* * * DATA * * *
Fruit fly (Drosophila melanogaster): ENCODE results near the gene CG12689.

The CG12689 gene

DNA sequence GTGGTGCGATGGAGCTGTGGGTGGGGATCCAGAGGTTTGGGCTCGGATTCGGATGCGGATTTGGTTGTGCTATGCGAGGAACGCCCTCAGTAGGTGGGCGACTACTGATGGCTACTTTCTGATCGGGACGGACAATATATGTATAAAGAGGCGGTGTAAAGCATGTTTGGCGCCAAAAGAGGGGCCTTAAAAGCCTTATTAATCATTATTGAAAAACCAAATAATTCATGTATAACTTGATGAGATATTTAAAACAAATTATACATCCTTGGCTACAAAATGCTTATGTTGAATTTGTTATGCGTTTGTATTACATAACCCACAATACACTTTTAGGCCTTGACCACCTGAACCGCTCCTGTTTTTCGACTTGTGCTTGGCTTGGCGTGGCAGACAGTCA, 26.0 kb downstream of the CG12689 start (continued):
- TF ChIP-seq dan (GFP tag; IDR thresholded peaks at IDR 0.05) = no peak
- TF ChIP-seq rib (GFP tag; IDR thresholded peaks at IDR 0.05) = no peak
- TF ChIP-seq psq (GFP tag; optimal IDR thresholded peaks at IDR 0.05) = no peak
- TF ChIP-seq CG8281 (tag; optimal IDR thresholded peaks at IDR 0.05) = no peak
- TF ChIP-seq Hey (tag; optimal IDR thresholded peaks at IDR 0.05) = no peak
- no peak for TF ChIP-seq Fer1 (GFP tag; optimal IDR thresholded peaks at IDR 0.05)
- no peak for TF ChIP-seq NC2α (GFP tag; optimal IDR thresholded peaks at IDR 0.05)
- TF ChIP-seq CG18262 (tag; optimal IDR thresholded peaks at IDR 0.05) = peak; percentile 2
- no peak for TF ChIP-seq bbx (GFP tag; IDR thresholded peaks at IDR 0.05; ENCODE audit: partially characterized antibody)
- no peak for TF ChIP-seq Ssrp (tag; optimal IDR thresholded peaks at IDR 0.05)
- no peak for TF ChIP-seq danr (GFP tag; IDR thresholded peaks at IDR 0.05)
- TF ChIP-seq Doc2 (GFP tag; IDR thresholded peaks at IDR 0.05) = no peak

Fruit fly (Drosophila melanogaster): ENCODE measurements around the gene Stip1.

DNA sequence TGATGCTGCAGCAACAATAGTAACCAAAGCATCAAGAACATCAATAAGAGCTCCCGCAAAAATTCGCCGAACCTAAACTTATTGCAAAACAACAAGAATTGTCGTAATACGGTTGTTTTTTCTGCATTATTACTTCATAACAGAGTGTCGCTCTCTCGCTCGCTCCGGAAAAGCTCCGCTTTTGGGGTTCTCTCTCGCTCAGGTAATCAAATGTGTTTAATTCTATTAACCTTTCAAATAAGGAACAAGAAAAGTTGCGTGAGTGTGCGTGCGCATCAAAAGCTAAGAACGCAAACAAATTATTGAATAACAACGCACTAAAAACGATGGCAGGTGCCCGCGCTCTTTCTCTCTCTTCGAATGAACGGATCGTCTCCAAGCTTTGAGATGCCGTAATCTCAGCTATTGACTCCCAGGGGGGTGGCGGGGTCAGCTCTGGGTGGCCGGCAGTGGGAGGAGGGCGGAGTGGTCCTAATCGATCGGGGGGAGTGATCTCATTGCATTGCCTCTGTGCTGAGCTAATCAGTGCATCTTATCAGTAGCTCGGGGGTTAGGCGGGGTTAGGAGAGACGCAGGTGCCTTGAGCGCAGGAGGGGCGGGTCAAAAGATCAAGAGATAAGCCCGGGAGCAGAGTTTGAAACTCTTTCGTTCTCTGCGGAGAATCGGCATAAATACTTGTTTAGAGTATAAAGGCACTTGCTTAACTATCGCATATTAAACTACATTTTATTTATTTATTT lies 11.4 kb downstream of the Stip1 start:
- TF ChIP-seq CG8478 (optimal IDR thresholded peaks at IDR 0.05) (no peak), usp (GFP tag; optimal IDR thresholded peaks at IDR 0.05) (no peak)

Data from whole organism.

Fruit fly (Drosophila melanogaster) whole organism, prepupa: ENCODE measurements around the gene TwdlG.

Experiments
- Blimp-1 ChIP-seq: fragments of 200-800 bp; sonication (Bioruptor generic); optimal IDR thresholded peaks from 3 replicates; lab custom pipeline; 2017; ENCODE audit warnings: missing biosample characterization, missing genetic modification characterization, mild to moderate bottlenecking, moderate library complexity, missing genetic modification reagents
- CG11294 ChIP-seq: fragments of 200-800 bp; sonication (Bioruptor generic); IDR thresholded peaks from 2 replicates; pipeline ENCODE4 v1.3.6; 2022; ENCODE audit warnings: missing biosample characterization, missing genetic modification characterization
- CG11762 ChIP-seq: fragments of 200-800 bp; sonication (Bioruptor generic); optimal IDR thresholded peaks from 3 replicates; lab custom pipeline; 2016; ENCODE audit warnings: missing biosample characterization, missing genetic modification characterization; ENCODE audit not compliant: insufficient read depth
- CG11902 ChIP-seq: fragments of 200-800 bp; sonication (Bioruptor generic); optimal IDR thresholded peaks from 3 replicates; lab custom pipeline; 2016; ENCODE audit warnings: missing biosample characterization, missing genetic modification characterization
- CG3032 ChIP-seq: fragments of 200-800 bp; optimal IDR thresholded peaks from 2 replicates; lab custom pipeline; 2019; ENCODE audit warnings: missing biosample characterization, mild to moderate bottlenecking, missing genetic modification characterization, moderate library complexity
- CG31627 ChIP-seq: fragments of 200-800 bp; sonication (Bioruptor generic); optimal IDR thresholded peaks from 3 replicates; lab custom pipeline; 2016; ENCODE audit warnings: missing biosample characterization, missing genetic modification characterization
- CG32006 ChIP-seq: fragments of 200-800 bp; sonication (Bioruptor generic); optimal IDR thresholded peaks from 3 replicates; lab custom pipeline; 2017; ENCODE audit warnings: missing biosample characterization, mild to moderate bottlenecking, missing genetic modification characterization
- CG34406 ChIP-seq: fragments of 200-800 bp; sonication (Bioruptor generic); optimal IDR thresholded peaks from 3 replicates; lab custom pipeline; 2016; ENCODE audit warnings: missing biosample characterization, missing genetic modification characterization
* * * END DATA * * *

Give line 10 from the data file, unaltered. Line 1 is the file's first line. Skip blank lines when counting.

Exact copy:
- no peak for TF ChIP-seq NC2α (GFP tag; optimal IDR thresholded peaks at IDR 0.05)